Zalmay Khalilzad, US envoy who brokered Afghan exit, steps down

Washington says won't join Afghanistan talks announced by Russia

By: AFP      Published: 07:44 AM, 19 Oct, 2021
Zalmay Khalilzad, US envoy who brokered Afghan exit, steps down
File photo of Zalmay Khalilzad

Zalmay Khalilzad, the veteran US envoy whose months of patient hotel-ballroom diplomacy helped end the US war in Afghanistan but failed to prevent a Taliban takeover, resigned on Monday.

In a letter to Secretary of State Antony Blinken, Khalilzad defended his record but acknowledged that he came up short and said he wanted to step aside during the "new phase of our Afghanistan policy."

"The political arrangement between the Afghan government and the Taliban did not go forward as envisaged," he wrote. "The reasons for this are too complex and I will share my thoughts in the coming days and weeks."

Born in Afghanistan, the dapper 70-year-old academic turned US diplomat took senior positions as part of the inner circle of former president George W. Bush, becoming the US ambassador to Kabul and then Baghdad and the United Nations.

As former president Donald Trump itched to end America's longest war in Afghanistan, he brought back Khalilzad, who led exhaustive talks with the Taliban -- without including the US-backed government in Kabul.

Those talks led to a February 2020 agreement in which US troops would leave the following year.

But peace negotiations between the Taliban and the leadership in Kabul failed to gain traction, and the government that the United States built over 20 years crumbled within days as US troops left.

- Rare US figure -

Steeped in Afghanistan’s language and customs, Khalilzad was a rare US diplomat able to develop a cordial rapport with Taliban leaders whose regime was toppled by the United States after the September 11, 2001 attacks over its welcome to Al-Qaeda.

Khalilzad, despite his Republican affiliation, was kept in place when Democratic President Joe Biden defeated Trump and decided to go ahead with the withdrawal.

Khalilzad soon became a lightning rod for criticism, with even his superiors in the Biden administration -- while voicing respect for him personally -- faulting the diplomacy behind the 2020 agreement.

Blinken said that Khalilzad's deputy, Thomas West, would take over as the special envoy.

West is a longtime aide to Biden, serving on his staff when he was vice president. West has worked for years on South Asia policy including on the US-India civilian nuclear deal.

Shortly before Khalilzad's resignation became public, the State Department said the United States would not be able to attend a new session called Tuesday by Russia that also includes China and Pakistan, historically the Taliban's primary backer.

- 'Time not on our side' -

After Trump ended US opposition to speaking to the Taliban, Khalilzad engineered the release from a Pakistani jail of the group's co-founder Mullah Baradar, seen as a figure who could deliver on promises, and spent months with the largely rural rebels in a luxury hotel in the Qatari capital Doha.

But pictures of him smiling with the Taliban earned him heated criticism in Kabul where some in the now-fallen government as well as newly Western-oriented elite berated him and accused him of selling out Afghanistan.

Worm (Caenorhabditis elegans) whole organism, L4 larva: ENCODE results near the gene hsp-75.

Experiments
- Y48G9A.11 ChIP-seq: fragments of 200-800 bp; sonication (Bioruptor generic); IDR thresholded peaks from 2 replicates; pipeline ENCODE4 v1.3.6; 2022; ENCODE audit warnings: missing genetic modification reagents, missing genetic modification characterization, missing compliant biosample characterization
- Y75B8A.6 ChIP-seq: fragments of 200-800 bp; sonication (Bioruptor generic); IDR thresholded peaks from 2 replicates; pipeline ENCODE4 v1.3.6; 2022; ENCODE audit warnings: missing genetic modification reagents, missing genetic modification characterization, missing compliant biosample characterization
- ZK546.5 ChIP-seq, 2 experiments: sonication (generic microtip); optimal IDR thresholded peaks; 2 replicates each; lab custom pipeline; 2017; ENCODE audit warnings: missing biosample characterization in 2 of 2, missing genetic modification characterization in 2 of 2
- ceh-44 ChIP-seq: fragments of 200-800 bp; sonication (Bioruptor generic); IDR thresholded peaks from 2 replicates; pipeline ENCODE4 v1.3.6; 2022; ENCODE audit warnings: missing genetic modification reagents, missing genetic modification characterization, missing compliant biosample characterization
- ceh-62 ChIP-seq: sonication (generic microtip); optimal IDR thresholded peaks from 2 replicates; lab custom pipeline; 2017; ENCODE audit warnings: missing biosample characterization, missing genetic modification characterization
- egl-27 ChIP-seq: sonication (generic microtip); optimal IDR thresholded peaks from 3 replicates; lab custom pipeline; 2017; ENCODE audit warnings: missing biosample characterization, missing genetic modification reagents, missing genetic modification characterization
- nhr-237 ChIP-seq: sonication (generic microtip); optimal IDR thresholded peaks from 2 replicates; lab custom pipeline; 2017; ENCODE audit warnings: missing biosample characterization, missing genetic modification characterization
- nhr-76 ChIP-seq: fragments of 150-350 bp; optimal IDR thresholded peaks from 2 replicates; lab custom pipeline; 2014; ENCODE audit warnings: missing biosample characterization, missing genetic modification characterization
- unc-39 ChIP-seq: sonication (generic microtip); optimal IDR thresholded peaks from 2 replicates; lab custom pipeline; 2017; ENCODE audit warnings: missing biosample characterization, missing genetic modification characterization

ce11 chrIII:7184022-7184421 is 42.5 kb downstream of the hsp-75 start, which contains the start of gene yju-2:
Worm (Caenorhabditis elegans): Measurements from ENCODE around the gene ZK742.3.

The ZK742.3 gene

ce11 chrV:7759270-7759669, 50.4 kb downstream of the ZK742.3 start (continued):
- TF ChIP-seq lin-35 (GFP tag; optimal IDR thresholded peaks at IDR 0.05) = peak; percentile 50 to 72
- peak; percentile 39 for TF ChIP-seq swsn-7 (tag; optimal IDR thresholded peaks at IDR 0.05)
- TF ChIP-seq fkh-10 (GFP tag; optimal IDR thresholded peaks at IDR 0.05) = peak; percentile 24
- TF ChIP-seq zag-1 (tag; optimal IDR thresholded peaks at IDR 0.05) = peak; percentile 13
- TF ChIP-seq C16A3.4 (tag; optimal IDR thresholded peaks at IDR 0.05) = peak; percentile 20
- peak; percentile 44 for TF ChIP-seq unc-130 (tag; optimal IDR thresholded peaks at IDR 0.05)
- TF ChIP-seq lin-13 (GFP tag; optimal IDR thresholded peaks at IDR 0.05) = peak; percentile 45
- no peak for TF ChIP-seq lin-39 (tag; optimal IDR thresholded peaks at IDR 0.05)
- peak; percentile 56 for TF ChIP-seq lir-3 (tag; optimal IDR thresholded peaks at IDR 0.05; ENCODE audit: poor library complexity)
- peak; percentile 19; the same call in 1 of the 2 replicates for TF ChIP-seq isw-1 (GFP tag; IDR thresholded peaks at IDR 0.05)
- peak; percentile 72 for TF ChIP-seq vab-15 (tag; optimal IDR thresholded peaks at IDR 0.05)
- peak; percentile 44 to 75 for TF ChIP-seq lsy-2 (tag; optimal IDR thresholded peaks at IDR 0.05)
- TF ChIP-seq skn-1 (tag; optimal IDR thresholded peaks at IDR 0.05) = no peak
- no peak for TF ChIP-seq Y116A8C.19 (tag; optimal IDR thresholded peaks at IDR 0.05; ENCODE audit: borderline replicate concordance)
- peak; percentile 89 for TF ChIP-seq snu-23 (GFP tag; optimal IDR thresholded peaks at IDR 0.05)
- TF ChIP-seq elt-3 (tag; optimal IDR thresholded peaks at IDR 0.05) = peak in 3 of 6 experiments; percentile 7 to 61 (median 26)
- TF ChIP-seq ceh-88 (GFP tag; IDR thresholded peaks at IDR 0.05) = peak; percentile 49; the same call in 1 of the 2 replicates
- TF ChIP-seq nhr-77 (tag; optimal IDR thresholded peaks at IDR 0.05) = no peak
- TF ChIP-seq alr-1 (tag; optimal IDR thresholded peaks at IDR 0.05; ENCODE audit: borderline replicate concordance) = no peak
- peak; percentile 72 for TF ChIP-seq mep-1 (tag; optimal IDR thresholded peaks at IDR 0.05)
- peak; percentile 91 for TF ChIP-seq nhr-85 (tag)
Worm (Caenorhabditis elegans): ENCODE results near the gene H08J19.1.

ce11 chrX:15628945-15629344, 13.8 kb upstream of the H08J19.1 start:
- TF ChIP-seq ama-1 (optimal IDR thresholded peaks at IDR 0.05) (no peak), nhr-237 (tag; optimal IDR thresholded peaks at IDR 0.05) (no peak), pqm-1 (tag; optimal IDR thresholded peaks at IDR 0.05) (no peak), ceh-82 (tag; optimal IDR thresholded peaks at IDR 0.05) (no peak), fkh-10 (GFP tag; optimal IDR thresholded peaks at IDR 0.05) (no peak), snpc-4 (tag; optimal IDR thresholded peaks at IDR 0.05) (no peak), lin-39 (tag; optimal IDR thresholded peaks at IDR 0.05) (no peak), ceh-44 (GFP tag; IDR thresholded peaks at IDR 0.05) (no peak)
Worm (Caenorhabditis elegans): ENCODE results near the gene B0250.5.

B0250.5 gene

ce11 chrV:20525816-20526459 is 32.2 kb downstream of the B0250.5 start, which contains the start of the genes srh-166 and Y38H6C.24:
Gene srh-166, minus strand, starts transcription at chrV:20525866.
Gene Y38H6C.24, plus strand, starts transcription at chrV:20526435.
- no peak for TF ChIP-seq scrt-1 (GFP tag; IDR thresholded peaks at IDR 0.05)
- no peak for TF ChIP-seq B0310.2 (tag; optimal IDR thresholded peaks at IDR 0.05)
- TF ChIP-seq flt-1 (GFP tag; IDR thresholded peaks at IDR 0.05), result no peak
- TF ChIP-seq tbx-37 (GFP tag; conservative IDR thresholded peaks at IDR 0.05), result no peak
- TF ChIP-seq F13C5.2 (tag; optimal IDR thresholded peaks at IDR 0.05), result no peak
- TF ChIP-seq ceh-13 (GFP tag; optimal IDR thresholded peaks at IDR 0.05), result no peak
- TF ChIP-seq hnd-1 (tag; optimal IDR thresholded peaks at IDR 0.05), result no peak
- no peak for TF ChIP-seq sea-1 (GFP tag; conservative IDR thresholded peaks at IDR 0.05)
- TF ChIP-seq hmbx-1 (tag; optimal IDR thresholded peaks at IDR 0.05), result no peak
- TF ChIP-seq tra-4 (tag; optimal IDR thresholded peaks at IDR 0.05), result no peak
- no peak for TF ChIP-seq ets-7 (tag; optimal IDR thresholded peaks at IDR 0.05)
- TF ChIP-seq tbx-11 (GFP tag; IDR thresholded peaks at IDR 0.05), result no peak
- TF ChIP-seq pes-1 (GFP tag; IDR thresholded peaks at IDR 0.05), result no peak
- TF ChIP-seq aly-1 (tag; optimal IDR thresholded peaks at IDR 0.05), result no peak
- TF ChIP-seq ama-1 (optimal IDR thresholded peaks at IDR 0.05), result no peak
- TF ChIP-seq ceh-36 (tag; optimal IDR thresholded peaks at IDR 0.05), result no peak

In interviews last month, Khalilzad said that he had reached a deal with the Taliban in which the insurgents would stay out of Kabul and negotiate a political transition.

But Khalilzad said the deal collapsed when president Ashraf Ghani fled the country on August 15 and the Taliban saw a security vacuum.

Speaking to Foreign Policy, Khalilzad said that the Taliban fulfilled key parts of the February 2020 agreement including not attacking the departing US troops.

"I respect those who say we shouldn't have negotiated with the Talibs without the government being there. But we don't know how much more fighting would have taken for the Talibs to agree to that," he said.

But with no appetite in the United States for another surge of troops in its longest war, "each year we were losing ground to the Talibs," he said. "Time was not on our side."

Husain Haqqani, a former Pakistani ambassador to Washington who is now a senior fellow at the Hudson Institute, said that Khalilzad failed in that he "equated US withdrawal with peace."

"Khalilzad handed the keys of Kabul to the Taliban in return for promises everyone knew the Taliban would not keep," Haqqani said.

US says won't join Afghanistan talks announced by Russia

The United States said it will not join talks on Afghanistan announced for this Tuesday by Russia that will include two other key players, China and Pakistan.

The State Department blamed logistical issues but said it considered the Russian-led forum "constructive."

"We look forward to engaging in that forum going forward, but we're not in a position to take part this week," State Department spokesman Ned Price told reporters Monday.

Russian envoy Zamir Kabulov on Friday announced the four-nation talks in Moscow, saying they would aim to "work out a common position on the changing situation in Afghanistan."

Russia, China and Pakistan have been among the most active nations in engaging the Taliban since the Islamists took over Afghanistan in August during the US pullout after 20 years of war.

The United States has been encouraging nations not to recognize the Taliban government, hoping for leverage on key issues of concern including the rights of women and girls.

Price declined to explain the logistical issues that prevented the United States from attending.

The talks come amid an intensifying dispute over the number of diplomats the United States is allowed to accredit in Moscow, although Presidents Joe Biden and Vladimir Putin at a June summit agreed to seek cooperation where possible on other areas.